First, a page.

Maria Mak - Burnaby Realtor's latest mortgage update: Mortgage rules tightened as of today June 21 2012
By Maria Mak - Sut... on June 21, 2012 - 4:57pm
OTTAWA — The federal government is moving once again to tighten mortgage-lending rules amid lingering concerns about an overheated housing market and rising household debt levels.
In a decision called for by some of the big banks — and one that's expected to soften housing prices — Finance Minister Jim Flaherty announced Thursday the federal government is reducing the maximum amortization period for a government-insured mortgage to 25 years from 30 years.
It's the third time the Harper government has reduced the maximum amortization period in the last four years, after it initially increased the lengths of mortgage terms to make it easier for Canadians to purchase homes.
The government has since ratcheted it back from 40 years to 35 in 2008, and then further reduced it to 30 years in 2011.
Banks will still be allowed to offer 30-year amortization periods on low-ratio mortgages that include a downpayment of 20 per cent or more.
The changes will see the government lower the maximum Canadians can borrow against their home to 80 per cent of its value, from 85 per cent, in an effort to encourage them to keep more equity in their homes.
As well, under the new rules, to qualify for a mortgage loan Canadians can spend a maximum of 39 per cent of their gross household income on home expenses such as mortgage, property taxes and heating, and a maximum 44 per cent of income on housing expenses and all other debt.
Flaherty also announced Ottawa will limit government-backed insured mortgages to home purchases of less than $1 million.
A downpayment of at least 20 per cent will be required on mortgage loansfor homes priced at or above $1 million.
Reducing the amortization period will increase monthly payments, but reduce the amount of total interest paid on a mortgage. Ottawa expects the change from a 30-year to 25-year amortization will, on a $350,000 mortgage loan at four per cent, increase the monthly payment $177 but reduce total interest costs by nearly $47,000.
The government believes less than five per cent of home buyers will be affected by the clampdown.
The new rules take effect July 9, 2012.
"We watch carefully, we monitor the market carefully. I remain concerned about parts of the Canadian residential real estate market, particularly in Toronto, but not only in Toronto, so that is why we are intervening once again," Flaherty told reporters in Ottawa.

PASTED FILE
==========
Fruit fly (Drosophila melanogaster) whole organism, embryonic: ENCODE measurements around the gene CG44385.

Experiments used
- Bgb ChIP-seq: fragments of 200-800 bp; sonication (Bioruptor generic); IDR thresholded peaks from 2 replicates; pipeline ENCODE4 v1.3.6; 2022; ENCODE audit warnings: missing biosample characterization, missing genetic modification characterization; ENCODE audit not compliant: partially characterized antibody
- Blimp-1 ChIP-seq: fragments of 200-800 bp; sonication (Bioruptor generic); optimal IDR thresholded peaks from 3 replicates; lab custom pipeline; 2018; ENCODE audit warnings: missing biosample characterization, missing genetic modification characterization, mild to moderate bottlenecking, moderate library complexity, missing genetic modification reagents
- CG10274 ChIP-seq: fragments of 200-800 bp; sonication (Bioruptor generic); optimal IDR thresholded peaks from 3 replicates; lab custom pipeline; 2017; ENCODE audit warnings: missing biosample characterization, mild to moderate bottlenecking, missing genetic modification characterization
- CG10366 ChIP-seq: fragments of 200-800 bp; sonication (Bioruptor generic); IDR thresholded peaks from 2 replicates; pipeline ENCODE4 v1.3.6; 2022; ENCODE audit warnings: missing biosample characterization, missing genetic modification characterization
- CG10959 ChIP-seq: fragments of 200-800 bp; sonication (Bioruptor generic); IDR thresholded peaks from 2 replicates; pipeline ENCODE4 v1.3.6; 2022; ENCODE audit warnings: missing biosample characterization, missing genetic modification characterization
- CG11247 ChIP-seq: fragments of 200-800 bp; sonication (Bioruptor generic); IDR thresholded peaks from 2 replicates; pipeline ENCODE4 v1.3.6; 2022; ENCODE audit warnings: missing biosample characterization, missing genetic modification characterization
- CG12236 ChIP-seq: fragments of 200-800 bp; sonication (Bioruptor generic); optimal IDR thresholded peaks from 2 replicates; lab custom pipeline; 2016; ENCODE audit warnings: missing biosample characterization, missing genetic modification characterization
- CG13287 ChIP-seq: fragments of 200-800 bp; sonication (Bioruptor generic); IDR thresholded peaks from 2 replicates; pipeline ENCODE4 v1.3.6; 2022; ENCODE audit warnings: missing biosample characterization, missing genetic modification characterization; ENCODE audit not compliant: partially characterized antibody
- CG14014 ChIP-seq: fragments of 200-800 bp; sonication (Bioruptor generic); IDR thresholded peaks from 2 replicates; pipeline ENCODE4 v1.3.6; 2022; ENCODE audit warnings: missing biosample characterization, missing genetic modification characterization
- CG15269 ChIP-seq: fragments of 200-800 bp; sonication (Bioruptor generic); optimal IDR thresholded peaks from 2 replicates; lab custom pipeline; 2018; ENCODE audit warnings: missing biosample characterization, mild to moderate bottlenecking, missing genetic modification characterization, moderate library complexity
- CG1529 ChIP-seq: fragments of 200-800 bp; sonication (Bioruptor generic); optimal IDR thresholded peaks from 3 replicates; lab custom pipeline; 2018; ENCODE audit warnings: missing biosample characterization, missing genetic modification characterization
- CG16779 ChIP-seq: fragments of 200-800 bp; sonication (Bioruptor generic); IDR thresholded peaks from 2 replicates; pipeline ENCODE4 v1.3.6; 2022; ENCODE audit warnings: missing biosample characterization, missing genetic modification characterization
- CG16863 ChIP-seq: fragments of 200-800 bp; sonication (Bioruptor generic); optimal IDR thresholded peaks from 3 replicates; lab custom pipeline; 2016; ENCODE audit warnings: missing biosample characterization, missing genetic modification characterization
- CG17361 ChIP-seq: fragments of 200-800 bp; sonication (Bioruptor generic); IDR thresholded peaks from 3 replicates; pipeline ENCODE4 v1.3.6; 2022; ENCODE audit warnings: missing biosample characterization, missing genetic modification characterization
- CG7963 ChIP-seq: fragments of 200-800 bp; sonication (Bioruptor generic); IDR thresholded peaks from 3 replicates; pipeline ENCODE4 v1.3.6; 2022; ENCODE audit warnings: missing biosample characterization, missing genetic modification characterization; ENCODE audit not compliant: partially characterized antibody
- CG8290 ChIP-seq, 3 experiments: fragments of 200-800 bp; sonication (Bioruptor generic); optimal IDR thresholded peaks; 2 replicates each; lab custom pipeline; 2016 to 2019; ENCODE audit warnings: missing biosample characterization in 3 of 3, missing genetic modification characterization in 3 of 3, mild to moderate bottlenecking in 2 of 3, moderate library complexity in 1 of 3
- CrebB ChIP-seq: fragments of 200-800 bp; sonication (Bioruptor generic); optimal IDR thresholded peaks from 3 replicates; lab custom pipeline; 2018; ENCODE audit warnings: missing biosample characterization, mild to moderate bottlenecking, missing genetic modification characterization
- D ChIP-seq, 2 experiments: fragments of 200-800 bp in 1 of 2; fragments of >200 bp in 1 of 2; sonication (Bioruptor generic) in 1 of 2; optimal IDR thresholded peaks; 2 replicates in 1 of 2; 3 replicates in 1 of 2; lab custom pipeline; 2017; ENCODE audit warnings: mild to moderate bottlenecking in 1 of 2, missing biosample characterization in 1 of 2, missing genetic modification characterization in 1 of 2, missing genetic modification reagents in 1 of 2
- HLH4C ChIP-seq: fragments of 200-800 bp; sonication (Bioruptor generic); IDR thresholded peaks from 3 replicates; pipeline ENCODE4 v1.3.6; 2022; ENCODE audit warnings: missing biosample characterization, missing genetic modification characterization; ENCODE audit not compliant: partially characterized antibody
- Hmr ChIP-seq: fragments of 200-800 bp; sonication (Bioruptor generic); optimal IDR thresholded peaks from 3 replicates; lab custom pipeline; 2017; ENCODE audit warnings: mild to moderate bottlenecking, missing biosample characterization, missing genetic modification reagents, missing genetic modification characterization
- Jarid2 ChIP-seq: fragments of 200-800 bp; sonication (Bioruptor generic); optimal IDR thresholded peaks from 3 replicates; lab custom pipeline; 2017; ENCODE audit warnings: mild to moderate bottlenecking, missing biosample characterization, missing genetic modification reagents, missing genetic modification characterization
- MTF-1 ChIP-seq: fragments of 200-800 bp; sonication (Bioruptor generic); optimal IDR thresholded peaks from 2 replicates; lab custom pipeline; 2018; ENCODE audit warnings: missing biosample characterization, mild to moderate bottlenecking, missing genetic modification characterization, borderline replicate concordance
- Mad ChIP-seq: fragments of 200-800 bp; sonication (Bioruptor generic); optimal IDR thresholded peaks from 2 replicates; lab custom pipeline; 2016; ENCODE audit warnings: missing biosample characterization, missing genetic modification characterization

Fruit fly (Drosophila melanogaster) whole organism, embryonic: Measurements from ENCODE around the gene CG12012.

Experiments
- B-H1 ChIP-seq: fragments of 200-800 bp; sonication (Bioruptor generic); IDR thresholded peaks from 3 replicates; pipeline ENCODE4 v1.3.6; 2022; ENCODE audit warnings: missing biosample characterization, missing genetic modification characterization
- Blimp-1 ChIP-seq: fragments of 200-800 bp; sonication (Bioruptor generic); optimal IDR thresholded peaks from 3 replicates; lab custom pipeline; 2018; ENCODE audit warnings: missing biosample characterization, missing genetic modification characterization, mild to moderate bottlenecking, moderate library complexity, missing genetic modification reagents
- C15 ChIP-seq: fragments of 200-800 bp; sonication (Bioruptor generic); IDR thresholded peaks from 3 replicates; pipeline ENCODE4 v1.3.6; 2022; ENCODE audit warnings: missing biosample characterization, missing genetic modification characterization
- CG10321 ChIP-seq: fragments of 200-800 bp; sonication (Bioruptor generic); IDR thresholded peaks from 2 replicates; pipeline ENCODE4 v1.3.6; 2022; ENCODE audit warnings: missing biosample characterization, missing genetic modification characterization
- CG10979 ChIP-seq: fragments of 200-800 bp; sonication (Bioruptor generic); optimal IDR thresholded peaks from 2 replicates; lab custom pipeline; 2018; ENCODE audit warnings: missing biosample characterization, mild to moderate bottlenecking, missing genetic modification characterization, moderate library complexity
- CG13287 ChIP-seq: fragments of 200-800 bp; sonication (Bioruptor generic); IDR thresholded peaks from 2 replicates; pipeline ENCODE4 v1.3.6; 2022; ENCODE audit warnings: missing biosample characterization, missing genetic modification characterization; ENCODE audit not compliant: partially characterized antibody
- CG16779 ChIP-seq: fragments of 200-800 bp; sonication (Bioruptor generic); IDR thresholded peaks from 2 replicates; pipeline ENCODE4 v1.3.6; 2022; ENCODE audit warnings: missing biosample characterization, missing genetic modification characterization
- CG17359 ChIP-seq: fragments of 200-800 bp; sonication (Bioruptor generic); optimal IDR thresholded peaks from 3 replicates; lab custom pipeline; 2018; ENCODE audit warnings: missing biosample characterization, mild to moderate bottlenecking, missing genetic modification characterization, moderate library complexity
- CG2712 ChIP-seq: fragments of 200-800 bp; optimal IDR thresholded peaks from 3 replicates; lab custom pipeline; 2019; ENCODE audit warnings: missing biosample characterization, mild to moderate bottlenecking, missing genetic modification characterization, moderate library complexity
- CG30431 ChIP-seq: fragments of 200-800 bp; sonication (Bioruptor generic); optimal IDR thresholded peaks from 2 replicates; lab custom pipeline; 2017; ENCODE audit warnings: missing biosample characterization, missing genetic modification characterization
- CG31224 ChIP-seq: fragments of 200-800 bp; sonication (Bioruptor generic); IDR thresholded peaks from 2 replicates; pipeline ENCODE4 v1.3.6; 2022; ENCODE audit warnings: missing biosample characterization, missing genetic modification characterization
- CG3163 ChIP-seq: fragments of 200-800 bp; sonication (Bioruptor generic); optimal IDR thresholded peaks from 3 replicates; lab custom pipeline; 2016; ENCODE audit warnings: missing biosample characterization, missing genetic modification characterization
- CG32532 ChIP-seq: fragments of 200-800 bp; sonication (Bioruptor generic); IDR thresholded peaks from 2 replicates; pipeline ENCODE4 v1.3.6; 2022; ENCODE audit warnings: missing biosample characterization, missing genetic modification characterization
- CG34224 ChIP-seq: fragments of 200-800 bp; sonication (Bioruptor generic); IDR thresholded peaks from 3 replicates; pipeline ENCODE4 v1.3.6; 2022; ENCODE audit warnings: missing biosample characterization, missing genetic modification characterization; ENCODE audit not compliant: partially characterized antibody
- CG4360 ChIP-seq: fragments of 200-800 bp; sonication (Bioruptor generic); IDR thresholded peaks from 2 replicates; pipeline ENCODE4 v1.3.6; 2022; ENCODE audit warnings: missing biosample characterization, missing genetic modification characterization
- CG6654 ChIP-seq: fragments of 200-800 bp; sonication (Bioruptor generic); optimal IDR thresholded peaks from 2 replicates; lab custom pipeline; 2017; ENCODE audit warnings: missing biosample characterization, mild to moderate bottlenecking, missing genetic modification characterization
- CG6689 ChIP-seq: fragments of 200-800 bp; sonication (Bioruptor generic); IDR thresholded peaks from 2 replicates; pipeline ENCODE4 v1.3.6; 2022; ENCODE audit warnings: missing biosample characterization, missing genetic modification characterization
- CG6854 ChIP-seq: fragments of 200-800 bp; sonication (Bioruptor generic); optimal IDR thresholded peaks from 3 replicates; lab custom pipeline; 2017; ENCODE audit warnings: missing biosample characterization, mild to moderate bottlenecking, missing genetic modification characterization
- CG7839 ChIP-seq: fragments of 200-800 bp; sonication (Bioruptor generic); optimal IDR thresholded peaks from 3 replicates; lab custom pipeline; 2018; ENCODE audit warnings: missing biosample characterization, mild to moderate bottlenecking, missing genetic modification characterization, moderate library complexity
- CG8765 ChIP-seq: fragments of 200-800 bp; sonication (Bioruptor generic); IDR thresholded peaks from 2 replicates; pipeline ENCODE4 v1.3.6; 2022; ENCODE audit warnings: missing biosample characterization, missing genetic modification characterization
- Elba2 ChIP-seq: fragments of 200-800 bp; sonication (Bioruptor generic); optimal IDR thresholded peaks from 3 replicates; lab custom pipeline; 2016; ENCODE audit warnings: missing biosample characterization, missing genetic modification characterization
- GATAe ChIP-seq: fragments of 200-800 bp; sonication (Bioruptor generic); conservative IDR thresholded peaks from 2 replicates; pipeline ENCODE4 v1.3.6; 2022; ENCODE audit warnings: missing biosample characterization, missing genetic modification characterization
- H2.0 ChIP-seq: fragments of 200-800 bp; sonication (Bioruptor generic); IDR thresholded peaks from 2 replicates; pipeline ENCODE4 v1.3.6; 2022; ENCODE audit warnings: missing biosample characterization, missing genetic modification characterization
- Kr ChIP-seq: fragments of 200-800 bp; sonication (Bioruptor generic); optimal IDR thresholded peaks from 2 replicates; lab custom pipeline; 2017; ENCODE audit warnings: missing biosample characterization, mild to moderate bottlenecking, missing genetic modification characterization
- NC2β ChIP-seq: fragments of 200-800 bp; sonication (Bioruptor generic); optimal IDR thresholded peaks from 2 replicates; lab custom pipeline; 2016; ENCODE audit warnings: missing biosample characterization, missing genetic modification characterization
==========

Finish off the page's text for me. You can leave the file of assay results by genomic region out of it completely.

"It's our job to try to be ahead of things and act in a measured way, listening to the market. And I have been listening to the market, and quite frankly, I don't like what I hear, particularly in the condo market."
Flaherty said the government's moves are part of an effort to "moderate behaviour" among Canadian homeowners and make them reflect before jumping into the housing market at the high end.
Canada's largest city is seeing continuous home building because of persistent demand, he noted, which is accelerating prices and eroding affordability.
"This concerns me because it's distorting the market, quite frankly," the minister added. "My judgment is that we need to calm particularly the condo market in a few Canadian cities."
Statistics Canada reported last week that the ratio of Canadian household debt-to-income continued increasing in the first quarter, to 152 per cent from 150.6 per cent in the fourth quarter of 2011. That came on the heels of a warning from the Bank of Canada that high
household debt levels remain the most important domestic risk to financial stability.
Opposition parties said Thursday the Harper government, with its changes to mortgage rules, is simply retreating from its own decision to ramp up the amortization to 40 years after taking power in 2006.
"This is Mr. Flaherty versus Mr. Flaherty. He has done all of this. He's the guy who has let it go up and is now bringing it dramatically down again. We are now at the same situation we were — what do you know, 2006 — where we had 25-year mortgages," said interim Liberal leader Bob Rae.
"There's going to be a real issue as to exactly what message this is sending to markets and what impacts it will have."
Flaherty and some of the country's leading economists have for months been warning that they remain worried about Canada's housing market and rising household debt.
In March, prior to delivering the federal budget, Flaherty met with 13 private-sector economists for his traditional pre-budget consultation to get their assessment of the Canadian economy.
Some of the big banks suggested at the time the federal government consider implementing "measured actions," such as reducing the maximum amortization period for government-insured mortgages back to the traditional 25 years.
On Thursday, the banks largely welcomed the measures.
"Overall we see (Thursday's) announcement as a much better substitute to interest rate hikes since the moves are aimed with almost surgical precision at the margins of the mortgage market," Benjamin Tal with CIBC World Markets said in a research note.
"The combined impact of the four changes will not be large enough to derail the housing market, but are clearly significant enough to soften activity, and at the margin will act as a negative for house prices —mainly at the mid-range segment of the market."
Frank Techar, president of personal and commercial banking at BMO Financial Group, called the changes "prudent, measured, responsible, timely."
"Minister Flaherty has tapped the brakes at precisely the right time and his actions should help ensure Canada's housing market experiences a soft landing," Techar said in a statement.
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